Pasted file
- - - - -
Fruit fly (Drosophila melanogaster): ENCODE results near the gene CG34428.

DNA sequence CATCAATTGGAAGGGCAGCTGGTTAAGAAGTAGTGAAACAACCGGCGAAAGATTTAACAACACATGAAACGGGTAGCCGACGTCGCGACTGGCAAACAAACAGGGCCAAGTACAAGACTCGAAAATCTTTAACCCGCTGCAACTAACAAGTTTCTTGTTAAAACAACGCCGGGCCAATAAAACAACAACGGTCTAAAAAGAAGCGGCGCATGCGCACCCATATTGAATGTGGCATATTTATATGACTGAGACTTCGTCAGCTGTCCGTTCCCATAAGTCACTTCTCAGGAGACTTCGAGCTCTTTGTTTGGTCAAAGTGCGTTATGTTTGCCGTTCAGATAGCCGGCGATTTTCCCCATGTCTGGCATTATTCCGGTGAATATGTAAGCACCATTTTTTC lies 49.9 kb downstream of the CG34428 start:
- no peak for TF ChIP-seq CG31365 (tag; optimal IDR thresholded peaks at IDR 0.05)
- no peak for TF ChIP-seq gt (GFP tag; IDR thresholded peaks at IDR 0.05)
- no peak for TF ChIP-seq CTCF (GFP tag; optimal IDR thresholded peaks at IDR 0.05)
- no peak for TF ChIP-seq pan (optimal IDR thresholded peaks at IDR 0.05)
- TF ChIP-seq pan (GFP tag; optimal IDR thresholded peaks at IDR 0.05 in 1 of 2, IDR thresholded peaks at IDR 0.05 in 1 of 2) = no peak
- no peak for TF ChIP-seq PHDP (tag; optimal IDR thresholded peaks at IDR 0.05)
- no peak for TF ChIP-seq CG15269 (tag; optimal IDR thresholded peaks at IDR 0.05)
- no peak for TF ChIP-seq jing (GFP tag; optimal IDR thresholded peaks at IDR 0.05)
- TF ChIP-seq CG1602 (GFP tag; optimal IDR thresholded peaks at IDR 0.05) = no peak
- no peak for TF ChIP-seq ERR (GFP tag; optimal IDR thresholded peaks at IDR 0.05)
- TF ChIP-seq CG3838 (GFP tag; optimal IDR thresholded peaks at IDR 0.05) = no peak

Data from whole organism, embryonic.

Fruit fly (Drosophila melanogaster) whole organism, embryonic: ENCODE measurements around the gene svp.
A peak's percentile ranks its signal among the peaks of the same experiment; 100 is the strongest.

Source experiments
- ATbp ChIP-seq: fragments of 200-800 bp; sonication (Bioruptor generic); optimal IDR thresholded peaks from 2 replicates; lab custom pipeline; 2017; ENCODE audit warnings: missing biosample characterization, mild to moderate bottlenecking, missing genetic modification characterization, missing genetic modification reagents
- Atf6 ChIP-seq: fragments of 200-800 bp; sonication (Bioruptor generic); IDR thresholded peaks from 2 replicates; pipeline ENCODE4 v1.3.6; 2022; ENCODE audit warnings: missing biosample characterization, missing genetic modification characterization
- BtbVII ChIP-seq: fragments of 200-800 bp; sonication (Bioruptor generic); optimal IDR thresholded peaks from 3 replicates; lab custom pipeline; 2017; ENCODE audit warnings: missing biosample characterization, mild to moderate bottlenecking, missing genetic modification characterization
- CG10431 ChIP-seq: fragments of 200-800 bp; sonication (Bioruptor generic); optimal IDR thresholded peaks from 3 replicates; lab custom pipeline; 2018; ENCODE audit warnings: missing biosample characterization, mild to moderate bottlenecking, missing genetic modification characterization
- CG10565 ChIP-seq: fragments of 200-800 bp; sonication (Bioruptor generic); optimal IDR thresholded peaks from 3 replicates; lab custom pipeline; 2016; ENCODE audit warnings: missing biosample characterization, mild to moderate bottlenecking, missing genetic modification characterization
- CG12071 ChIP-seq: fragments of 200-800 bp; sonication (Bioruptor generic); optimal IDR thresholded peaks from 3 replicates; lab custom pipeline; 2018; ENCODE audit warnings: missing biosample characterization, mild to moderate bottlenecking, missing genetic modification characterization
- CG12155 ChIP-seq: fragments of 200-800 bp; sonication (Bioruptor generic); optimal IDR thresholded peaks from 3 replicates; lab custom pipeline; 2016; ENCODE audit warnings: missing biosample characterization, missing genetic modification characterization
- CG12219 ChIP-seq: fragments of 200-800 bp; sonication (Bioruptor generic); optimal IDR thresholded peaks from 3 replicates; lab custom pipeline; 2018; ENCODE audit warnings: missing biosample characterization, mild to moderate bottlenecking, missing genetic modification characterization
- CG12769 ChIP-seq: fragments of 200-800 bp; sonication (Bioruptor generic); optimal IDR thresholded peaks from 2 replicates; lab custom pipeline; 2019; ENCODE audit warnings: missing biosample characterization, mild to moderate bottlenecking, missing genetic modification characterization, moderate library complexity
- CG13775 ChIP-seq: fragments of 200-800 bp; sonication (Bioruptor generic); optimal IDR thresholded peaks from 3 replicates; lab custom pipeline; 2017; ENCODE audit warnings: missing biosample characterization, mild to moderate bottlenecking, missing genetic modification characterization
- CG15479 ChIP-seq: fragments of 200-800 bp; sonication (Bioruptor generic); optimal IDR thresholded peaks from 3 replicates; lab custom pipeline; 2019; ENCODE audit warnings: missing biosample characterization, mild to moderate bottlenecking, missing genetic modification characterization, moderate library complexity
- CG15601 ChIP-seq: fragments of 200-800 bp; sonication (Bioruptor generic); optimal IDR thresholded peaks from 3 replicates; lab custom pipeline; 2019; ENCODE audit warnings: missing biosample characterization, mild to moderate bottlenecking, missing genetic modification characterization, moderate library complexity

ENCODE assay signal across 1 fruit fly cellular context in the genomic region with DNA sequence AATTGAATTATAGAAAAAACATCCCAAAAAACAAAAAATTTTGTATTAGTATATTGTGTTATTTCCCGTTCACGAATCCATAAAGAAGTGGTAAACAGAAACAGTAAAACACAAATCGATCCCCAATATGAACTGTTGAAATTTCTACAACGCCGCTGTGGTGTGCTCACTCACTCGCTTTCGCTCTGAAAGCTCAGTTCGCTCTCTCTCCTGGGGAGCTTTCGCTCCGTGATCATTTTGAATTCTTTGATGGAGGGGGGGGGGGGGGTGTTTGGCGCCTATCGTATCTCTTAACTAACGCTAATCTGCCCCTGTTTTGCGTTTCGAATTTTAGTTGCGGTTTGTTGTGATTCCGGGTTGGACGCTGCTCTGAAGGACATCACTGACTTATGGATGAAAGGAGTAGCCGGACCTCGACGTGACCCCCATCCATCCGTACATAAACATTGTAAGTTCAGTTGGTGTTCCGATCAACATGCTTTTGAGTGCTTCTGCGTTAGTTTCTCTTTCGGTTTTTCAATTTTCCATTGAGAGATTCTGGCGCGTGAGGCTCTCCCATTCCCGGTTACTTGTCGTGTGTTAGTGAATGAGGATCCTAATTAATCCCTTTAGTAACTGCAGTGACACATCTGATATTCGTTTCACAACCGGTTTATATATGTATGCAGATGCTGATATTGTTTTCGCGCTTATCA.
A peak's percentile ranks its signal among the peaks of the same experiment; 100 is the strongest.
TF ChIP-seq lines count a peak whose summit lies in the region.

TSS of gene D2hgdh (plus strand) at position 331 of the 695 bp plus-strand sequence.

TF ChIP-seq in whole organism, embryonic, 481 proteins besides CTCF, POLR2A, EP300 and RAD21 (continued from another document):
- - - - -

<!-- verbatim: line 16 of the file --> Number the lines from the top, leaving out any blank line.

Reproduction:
A peak's percentile ranks its signal among the peaks of the same experiment; 100 is the strongest.